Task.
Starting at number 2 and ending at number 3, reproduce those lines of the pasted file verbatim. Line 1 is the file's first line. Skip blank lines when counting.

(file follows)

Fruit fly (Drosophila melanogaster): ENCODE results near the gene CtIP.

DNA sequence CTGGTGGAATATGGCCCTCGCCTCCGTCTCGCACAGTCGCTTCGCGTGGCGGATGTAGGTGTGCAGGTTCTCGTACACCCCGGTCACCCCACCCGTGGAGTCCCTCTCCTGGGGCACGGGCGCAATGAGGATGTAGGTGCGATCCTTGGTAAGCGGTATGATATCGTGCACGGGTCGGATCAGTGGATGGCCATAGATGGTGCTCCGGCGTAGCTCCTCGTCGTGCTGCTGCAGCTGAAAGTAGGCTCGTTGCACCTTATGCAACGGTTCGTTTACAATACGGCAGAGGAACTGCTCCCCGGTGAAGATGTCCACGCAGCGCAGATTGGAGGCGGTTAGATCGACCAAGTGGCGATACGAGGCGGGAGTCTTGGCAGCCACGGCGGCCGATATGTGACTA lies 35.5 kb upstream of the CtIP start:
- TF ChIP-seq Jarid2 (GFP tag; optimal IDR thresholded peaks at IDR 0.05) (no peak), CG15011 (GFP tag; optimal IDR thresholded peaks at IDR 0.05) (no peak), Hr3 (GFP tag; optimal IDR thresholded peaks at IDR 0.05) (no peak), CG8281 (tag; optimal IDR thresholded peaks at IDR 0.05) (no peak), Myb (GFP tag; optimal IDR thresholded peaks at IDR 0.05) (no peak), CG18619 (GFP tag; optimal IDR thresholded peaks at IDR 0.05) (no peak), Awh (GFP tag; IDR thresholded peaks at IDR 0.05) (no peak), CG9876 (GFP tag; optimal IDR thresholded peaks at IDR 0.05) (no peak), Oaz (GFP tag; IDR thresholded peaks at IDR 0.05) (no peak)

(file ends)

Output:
DNA sequence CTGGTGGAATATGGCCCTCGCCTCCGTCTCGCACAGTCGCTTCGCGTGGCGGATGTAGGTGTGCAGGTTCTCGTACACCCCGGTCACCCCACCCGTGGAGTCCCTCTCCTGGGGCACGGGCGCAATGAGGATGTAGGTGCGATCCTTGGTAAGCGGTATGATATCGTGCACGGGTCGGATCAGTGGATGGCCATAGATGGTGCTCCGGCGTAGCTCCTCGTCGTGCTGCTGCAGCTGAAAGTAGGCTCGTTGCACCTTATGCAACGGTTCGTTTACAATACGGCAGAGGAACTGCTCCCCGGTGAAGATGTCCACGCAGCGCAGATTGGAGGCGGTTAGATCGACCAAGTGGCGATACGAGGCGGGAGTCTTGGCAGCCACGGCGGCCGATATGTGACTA lies 35.5 kb upstream of the CtIP start:
- TF ChIP-seq Jarid2 (GFP tag; optimal IDR thresholded peaks at IDR 0.05) (no peak), CG15011 (GFP tag; optimal IDR thresholded peaks at IDR 0.05) (no peak), Hr3 (GFP tag; optimal IDR thresholded peaks at IDR 0.05) (no peak), CG8281 (tag; optimal IDR thresholded peaks at IDR 0.05) (no peak), Myb (GFP tag; optimal IDR thresholded peaks at IDR 0.05) (no peak), CG18619 (GFP tag; optimal IDR thresholded peaks at IDR 0.05) (no peak), Awh (GFP tag; IDR thresholded peaks at IDR 0.05) (no peak), CG9876 (GFP tag; optimal IDR thresholded peaks at IDR 0.05) (no peak), Oaz (GFP tag; IDR thresholded peaks at IDR 0.05) (no peak)